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South Africa: Water and Sanitation in the Western Cape Water Situation

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  The Department of Water and Sanitation DWS would like to update citizens on the latest water situation in the Western Cape Today s hydrological report indicates that the average combined levels of the Western Cape Water Supply System dams are at 76 26 a marked decrease from 98 11 over last year s comparative period DWS Western Cape Provincial Chief Ntombizanele Bila Mupariwa says the Western Cape has received below normal rainfall in the last four months and as such stockpiles at dams are a concern compared to the last two years The West Coast District Municipality has experienced a sharp decline in dam levels compared to the same period last year For example the current level of Clanwilliam Dam is 58 08 a significant decrease from 99 63 last year Currently Theewaterskloof the largest dam in the Western Cape is at 76 76 compared to 101 this time last year Even though the dam levels are low compared to the previous two years there is no need to panic yet as we are still in a rainy season says Bila Mupariwa The South African Meteorological Services as well as private weather forecasting models have indicated that the Western Cape Water Supply System will receive most of its rainfall in the second half August to October of the hydrological year While this is the case water users are reminded that climate change has made rainfall patterns unpredictable DWS will make a statement at the end of the hydrological year in November All water users especially high level users are urged to use water responsibly
South Africa: Water and Sanitation in the Western Cape Water Situation

1 The Department of Water and Sanitation (DWS) would like to update citizens on the latest water situation in the Western Cape. Today‘s hydrological report indicates that the average combined levels of the Western Cape Water Supply System dams are at 76.26%, a marked decrease from 98.11% over last year’s comparative period.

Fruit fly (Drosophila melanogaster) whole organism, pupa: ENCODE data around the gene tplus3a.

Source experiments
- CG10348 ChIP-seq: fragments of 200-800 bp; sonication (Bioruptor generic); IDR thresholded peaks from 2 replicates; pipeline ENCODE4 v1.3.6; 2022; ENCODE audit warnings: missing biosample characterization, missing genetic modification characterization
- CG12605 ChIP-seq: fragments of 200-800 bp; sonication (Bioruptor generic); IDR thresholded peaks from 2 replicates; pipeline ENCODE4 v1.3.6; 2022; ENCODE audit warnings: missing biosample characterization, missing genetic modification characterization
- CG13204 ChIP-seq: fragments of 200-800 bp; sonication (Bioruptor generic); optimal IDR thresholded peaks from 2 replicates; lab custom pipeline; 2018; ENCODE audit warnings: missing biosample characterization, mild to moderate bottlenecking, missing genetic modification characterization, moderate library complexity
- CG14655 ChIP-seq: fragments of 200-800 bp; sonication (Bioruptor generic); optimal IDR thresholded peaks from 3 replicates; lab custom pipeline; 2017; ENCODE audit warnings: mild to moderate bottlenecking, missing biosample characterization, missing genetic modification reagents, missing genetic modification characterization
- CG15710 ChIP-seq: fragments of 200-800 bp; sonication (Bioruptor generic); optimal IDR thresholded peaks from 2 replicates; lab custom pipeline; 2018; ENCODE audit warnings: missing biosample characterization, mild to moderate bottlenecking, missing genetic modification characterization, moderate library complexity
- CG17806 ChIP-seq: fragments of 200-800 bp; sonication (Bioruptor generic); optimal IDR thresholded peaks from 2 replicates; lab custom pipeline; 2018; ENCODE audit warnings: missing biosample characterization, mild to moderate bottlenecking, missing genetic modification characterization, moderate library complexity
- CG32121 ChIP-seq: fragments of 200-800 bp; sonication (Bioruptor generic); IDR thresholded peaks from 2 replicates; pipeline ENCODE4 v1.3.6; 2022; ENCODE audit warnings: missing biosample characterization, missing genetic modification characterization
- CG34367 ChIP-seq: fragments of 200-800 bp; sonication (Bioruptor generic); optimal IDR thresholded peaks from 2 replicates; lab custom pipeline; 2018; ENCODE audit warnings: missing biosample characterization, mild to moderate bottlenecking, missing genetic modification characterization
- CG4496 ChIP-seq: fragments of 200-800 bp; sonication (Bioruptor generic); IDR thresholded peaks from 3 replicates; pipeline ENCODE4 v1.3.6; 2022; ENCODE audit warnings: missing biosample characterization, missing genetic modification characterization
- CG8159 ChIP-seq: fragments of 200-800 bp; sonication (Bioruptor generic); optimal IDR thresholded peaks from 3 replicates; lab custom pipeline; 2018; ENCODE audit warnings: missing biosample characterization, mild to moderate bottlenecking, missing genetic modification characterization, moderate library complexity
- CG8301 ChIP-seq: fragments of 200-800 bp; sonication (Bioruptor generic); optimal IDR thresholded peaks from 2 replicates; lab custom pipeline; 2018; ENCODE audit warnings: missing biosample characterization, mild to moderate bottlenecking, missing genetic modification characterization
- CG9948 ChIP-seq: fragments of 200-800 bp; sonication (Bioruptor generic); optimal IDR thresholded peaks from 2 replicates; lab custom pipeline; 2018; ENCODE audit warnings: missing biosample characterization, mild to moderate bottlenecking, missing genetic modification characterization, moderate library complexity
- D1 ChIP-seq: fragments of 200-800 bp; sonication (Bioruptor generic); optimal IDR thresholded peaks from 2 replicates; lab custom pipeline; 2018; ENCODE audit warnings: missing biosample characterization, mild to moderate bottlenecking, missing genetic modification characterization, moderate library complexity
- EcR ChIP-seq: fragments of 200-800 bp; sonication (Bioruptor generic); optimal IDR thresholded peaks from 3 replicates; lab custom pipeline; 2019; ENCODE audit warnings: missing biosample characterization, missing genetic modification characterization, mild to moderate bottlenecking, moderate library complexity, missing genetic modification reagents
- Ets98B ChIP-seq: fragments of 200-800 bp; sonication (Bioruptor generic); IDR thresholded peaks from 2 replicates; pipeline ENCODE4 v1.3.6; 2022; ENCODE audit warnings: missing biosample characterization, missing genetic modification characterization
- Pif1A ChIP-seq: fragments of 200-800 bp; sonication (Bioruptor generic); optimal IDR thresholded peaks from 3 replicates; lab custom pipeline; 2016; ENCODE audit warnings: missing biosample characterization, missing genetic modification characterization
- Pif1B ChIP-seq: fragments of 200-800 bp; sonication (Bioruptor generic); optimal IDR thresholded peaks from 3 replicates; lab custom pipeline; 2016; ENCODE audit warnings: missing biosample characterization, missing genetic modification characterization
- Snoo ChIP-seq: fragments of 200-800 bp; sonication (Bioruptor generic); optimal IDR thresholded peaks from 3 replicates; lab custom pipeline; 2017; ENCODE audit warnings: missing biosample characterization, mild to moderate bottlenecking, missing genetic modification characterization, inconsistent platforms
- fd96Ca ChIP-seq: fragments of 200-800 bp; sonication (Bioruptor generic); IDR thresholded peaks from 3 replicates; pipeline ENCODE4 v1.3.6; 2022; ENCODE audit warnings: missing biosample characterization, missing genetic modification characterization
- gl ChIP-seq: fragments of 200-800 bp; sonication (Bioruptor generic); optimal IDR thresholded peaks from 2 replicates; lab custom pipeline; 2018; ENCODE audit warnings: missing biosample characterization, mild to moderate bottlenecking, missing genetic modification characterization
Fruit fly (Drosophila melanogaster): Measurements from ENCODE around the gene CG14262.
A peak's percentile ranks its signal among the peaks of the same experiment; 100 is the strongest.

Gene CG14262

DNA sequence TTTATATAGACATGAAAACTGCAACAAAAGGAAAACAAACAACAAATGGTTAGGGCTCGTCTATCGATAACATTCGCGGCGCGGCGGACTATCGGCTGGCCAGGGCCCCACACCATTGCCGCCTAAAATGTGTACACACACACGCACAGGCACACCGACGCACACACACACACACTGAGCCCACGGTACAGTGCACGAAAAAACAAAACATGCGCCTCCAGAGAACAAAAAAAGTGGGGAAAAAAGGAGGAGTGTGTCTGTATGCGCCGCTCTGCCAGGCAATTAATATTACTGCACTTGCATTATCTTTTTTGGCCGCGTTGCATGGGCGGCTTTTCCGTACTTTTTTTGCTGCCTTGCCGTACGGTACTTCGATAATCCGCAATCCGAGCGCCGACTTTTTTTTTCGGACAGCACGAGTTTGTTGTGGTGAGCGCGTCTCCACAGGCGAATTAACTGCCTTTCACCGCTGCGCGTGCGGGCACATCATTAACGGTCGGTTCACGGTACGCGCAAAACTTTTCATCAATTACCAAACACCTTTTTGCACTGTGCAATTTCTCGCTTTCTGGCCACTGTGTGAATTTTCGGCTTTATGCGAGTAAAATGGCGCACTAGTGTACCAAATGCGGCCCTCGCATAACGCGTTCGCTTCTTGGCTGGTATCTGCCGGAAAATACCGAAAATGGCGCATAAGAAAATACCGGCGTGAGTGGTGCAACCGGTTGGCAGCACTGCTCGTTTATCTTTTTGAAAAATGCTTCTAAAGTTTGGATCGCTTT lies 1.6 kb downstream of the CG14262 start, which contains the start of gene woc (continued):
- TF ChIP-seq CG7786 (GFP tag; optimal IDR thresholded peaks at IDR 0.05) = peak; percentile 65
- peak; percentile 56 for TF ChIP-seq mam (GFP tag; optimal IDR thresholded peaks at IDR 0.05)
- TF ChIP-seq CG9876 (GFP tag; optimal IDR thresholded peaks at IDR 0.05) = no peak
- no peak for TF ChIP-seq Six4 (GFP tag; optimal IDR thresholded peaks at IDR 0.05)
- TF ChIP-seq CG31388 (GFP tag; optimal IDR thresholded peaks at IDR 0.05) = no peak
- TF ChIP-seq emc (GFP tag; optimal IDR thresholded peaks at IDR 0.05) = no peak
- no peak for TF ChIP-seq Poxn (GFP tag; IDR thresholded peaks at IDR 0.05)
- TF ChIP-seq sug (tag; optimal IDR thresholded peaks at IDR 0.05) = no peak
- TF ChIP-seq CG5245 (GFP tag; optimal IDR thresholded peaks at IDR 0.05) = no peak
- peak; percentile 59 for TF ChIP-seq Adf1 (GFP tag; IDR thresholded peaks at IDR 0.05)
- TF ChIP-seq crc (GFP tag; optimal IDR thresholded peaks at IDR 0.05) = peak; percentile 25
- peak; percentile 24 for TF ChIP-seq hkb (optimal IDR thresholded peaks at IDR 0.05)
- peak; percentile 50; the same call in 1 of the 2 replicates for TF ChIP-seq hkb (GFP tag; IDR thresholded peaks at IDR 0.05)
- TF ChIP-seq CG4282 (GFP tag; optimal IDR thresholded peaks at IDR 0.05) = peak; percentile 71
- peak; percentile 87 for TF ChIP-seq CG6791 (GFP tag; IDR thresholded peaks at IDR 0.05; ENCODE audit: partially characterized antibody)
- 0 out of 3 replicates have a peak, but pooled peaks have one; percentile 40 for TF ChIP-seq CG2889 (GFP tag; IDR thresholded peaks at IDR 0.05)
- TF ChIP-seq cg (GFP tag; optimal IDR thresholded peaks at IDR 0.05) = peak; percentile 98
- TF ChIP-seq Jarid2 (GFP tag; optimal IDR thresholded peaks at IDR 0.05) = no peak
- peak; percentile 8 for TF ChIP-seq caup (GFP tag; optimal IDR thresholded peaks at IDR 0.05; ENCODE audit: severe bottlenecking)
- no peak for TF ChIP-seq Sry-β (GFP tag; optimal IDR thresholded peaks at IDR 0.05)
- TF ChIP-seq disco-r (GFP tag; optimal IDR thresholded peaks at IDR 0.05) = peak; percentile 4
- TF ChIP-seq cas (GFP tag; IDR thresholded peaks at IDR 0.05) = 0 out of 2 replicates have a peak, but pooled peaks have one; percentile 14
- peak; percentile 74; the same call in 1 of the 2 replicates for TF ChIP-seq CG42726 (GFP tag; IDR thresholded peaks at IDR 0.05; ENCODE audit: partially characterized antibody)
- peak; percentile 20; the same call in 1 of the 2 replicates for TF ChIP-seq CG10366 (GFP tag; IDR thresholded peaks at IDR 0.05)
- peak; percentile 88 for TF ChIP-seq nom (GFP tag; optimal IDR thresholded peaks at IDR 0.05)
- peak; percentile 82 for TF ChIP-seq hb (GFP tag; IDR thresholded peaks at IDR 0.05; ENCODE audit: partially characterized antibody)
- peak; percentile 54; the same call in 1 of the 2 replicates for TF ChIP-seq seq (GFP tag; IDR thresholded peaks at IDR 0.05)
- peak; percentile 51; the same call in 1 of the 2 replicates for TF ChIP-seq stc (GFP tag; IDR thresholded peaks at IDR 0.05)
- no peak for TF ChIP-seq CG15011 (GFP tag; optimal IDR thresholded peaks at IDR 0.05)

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2 DWS Western Cape Provincial Chief Ntombizanele Bila-Mupariwa says the Western Cape has received below normal rainfall in the last four months and as such stockpiles at dams are a concern compared to the last two years.

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3 The West Coast District Municipality has experienced a sharp decline in dam levels compared to the same period last year.

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4 For example, the current level of Clanwilliam Dam is 58.08%, a significant decrease from 99.63% last year.

5 Currently, Theewaterskloof, the largest dam in the Western Cape, is at 76.76%, compared to 101% this time last year.

6 “Even though the dam levels are low compared to the previous two years, there is no need to panic yet as we are still in a rainy season,” says Bila-Mupariwa.

7 The South African Meteorological Services as well as private weather forecasting models have indicated that the Western Cape Water Supply System will receive most of its rainfall in the second half, August to October, of the hydrological year.

8 While this is the case, water users are reminded that climate change has made rainfall patterns unpredictable.

9 DWS will make a statement at the end of the hydrological year, in November.

10 All water users, especially high-level users, are urged to use water responsibly.

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